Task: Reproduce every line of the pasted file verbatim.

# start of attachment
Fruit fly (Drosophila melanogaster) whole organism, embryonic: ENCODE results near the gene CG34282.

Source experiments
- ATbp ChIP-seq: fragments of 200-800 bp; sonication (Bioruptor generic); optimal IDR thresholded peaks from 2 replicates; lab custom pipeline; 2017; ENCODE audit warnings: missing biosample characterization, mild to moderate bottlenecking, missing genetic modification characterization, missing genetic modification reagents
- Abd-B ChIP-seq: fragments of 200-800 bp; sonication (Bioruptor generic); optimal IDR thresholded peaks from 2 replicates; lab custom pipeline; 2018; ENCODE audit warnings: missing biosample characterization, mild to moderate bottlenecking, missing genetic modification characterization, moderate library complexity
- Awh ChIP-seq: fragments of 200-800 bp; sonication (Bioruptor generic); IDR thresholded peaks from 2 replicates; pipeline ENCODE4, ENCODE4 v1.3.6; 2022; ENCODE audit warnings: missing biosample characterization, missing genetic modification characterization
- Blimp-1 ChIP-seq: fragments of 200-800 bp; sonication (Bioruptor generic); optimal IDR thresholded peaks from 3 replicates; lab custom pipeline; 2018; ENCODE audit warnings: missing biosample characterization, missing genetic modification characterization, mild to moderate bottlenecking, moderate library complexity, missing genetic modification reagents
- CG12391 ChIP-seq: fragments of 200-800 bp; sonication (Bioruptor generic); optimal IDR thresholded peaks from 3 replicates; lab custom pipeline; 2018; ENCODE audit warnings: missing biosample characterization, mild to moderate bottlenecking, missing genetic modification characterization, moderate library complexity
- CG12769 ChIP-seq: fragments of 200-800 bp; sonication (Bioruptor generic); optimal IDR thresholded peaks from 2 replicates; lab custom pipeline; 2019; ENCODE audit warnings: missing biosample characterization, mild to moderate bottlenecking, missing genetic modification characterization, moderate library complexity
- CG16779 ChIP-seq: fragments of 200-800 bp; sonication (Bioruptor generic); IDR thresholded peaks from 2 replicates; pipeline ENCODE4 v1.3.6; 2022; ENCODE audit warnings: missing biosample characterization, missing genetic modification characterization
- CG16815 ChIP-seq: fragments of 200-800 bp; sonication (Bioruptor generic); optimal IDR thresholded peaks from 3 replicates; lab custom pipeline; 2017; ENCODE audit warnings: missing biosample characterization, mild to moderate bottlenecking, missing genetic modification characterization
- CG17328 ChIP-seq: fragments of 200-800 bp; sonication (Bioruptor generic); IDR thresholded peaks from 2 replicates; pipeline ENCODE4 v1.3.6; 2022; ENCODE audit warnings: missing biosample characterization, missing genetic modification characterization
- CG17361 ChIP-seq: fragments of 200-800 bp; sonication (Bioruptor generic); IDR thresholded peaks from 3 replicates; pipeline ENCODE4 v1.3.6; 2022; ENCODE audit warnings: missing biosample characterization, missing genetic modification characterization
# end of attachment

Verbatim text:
Fruit fly (Drosophila melanogaster) whole organism, embryonic: ENCODE results near the gene CG34282.

Source experiments
- ATbp ChIP-seq: fragments of 200-800 bp; sonication (Bioruptor generic); optimal IDR thresholded peaks from 2 replicates; lab custom pipeline; 2017; ENCODE audit warnings: missing biosample characterization, mild to moderate bottlenecking, missing genetic modification characterization, missing genetic modification reagents
- Abd-B ChIP-seq: fragments of 200-800 bp; sonication (Bioruptor generic); optimal IDR thresholded peaks from 2 replicates; lab custom pipeline; 2018; ENCODE audit warnings: missing biosample characterization, mild to moderate bottlenecking, missing genetic modification characterization, moderate library complexity
- Awh ChIP-seq: fragments of 200-800 bp; sonication (Bioruptor generic); IDR thresholded peaks from 2 replicates; pipeline ENCODE4, ENCODE4 v1.3.6; 2022; ENCODE audit warnings: missing biosample characterization, missing genetic modification characterization
- Blimp-1 ChIP-seq: fragments of 200-800 bp; sonication (Bioruptor generic); optimal IDR thresholded peaks from 3 replicates; lab custom pipeline; 2018; ENCODE audit warnings: missing biosample characterization, missing genetic modification characterization, mild to moderate bottlenecking, moderate library complexity, missing genetic modification reagents
- CG12391 ChIP-seq: fragments of 200-800 bp; sonication (Bioruptor generic); optimal IDR thresholded peaks from 3 replicates; lab custom pipeline; 2018; ENCODE audit warnings: missing biosample characterization, mild to moderate bottlenecking, missing genetic modification characterization, moderate library complexity
- CG12769 ChIP-seq: fragments of 200-800 bp; sonication (Bioruptor generic); optimal IDR thresholded peaks from 2 replicates; lab custom pipeline; 2019; ENCODE audit warnings: missing biosample characterization, mild to moderate bottlenecking, missing genetic modification characterization, moderate library complexity
- CG16779 ChIP-seq: fragments of 200-800 bp; sonication (Bioruptor generic); IDR thresholded peaks from 2 replicates; pipeline ENCODE4 v1.3.6; 2022; ENCODE audit warnings: missing biosample characterization, missing genetic modification characterization
- CG16815 ChIP-seq: fragments of 200-800 bp; sonication (Bioruptor generic); optimal IDR thresholded peaks from 3 replicates; lab custom pipeline; 2017; ENCODE audit warnings: missing biosample characterization, mild to moderate bottlenecking, missing genetic modification characterization
- CG17328 ChIP-seq: fragments of 200-800 bp; sonication (Bioruptor generic); IDR thresholded peaks from 2 replicates; pipeline ENCODE4 v1.3.6; 2022; ENCODE audit warnings: missing biosample characterization, missing genetic modification characterization
- CG17361 ChIP-seq: fragments of 200-800 bp; sonication (Bioruptor generic); IDR thresholded peaks from 3 replicates; pipeline ENCODE4 v1.3.6; 2022; ENCODE audit warnings: missing biosample characterization, missing genetic modification characterization